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There could be aliens beneath Pluto's crust, claims physicist Brian Cox

According to Well Known physicist Brian Cox, lien life may be lurking underneath Pluto's crust. This statement of Brian Cox came after the historic flyby of the dwarf planet by New Horizons, which exposed massive glaciers and mountains made of water ice. These structures indicate the possibility of underground seas on the dwarf planet warm enough for organic chemistry to flourish, said Cox. Brian Cox told the Times “The probe 'showed you that there may well be a subsurface ocean on Pluto. This means - if our understanding of life on Earth is even slightly correct - that you could have living things there.”

Principal investigator of New Horizons mission, Alan Stern, at the time of Pluto’s flyby said that the mountains are likely built of water ice. Stern said “The bedrock that makes those mountains must be made of H2O, water ice. We see water ice on Pluto for the first time. We can be very sure that the water is there in great abundance.” Researchers have so far only seen five per cent of the data taken by New Horizon spacecraft, and more data is due to be issued this weekend. Though, it's unlikely to tell researchers about whether warm water is present on Pluto. Researchers consider the best way to find this out is to look at alike planets that are nearby to Earth. Brain Cox said “It's not as accessible, unfortunately, as Europa [a satellite of Jupiter] or some of Saturn's moons. Titan looks as though it's got a subsurface ocean now, and Enceladus throws liquid into space, so you can fly through that and see if it's got organics in it,'”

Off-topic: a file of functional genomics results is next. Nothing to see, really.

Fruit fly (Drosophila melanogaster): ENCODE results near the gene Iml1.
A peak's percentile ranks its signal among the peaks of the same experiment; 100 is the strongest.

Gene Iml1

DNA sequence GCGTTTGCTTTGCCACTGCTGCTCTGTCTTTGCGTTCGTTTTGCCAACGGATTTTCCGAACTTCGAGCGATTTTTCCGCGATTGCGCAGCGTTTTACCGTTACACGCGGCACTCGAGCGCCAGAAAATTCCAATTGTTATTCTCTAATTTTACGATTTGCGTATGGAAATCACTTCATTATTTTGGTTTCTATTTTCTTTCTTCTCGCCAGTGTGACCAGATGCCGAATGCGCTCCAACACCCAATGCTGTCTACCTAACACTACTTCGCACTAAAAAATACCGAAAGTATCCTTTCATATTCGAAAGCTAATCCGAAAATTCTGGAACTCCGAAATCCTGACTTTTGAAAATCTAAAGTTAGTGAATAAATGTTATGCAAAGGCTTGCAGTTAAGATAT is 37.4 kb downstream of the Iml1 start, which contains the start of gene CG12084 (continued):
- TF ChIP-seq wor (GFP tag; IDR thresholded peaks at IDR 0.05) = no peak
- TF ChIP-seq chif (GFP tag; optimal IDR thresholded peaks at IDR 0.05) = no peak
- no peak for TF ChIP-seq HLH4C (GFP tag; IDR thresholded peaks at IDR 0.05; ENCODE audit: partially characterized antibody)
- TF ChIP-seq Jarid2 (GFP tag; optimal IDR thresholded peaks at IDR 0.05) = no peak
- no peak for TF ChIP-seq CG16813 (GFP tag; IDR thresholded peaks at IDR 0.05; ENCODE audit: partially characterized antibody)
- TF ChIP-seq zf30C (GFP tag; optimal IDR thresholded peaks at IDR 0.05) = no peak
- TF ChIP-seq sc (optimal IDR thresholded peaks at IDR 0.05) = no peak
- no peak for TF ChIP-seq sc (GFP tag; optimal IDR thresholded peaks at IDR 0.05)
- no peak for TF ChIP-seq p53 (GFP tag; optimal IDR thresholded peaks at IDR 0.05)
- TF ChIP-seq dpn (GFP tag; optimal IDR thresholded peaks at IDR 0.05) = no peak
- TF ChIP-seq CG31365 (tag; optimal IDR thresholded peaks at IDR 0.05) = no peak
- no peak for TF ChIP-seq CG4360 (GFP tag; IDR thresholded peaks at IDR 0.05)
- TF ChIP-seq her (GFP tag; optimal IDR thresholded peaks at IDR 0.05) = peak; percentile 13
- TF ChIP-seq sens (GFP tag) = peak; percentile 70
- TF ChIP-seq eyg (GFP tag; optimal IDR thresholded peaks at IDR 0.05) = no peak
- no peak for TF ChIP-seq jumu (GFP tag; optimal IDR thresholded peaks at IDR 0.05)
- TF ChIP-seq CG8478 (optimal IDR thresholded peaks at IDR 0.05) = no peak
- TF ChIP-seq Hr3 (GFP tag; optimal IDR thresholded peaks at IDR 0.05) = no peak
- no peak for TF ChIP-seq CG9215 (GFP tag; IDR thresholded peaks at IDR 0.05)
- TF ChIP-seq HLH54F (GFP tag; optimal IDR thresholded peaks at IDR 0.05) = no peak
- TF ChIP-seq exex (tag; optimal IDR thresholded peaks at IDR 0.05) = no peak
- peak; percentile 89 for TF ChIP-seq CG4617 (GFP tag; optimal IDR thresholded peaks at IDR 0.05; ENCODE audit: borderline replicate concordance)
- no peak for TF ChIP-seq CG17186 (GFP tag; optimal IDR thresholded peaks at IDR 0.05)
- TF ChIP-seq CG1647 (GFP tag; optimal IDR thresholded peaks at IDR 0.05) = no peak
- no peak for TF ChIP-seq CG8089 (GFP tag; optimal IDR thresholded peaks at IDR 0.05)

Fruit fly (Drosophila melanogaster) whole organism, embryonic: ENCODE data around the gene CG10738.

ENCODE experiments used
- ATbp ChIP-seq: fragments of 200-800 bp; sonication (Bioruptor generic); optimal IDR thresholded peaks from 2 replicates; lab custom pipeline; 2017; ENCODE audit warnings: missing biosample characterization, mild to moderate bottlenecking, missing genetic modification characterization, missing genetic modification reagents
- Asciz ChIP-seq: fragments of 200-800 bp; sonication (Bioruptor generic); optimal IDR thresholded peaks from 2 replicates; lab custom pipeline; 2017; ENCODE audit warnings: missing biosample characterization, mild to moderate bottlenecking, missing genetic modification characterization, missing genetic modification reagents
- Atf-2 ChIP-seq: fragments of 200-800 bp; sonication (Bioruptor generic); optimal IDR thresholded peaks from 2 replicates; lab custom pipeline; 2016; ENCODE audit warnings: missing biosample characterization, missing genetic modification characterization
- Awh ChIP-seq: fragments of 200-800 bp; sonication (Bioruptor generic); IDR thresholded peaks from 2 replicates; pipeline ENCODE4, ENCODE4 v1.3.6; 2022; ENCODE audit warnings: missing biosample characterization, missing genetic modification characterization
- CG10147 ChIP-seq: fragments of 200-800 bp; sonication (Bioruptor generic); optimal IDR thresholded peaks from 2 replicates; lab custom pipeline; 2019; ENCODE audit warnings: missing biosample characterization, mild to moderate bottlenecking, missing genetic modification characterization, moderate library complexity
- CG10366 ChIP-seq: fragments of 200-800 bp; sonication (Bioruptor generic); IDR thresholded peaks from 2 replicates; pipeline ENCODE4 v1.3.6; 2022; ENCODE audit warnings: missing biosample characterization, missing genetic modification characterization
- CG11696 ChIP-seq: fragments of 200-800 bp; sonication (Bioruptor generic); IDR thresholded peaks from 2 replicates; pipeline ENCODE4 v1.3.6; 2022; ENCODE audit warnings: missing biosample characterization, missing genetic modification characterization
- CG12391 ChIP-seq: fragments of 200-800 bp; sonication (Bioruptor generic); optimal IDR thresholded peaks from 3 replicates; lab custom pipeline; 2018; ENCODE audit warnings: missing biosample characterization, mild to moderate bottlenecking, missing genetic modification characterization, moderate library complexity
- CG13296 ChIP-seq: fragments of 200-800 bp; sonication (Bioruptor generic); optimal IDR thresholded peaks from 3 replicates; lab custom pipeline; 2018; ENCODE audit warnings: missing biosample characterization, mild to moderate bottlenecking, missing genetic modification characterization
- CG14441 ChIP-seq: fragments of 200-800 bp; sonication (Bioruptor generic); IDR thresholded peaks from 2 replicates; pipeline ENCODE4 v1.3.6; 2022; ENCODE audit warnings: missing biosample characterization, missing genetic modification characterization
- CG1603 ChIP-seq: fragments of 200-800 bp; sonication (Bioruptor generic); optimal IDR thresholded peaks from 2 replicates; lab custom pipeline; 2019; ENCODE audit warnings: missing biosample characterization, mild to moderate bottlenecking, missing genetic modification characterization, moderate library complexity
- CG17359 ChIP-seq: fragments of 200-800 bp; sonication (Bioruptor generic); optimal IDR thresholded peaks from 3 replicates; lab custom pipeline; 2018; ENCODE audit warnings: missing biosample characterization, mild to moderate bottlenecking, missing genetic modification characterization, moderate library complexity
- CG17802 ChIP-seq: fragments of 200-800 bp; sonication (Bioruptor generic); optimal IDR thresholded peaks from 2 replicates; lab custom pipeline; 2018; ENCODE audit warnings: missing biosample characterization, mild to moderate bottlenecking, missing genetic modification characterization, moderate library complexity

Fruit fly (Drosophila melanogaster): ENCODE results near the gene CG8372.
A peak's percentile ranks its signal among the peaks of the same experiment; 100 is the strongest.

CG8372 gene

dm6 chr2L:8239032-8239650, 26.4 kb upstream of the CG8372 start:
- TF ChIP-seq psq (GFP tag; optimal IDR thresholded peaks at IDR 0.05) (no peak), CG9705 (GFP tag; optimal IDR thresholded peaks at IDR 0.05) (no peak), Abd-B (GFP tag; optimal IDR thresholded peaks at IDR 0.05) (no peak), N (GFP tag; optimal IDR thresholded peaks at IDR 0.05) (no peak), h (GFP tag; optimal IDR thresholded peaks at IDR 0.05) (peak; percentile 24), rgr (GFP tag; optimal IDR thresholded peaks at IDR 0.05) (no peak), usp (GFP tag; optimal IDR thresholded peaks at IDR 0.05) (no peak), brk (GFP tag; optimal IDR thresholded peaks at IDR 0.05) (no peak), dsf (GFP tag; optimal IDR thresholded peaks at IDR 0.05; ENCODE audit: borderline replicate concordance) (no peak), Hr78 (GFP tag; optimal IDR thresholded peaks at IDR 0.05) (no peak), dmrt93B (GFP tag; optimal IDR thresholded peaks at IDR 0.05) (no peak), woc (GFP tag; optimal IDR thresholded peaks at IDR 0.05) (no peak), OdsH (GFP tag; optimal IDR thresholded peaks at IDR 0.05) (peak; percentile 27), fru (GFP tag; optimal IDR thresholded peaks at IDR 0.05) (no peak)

Cox, however, has cautioned against getting too eager about finding other living things in our own galaxy.

He told The Times “What science is telling us now is that complex life is probably rare. We're physically insignificant and yet probably very valuable”

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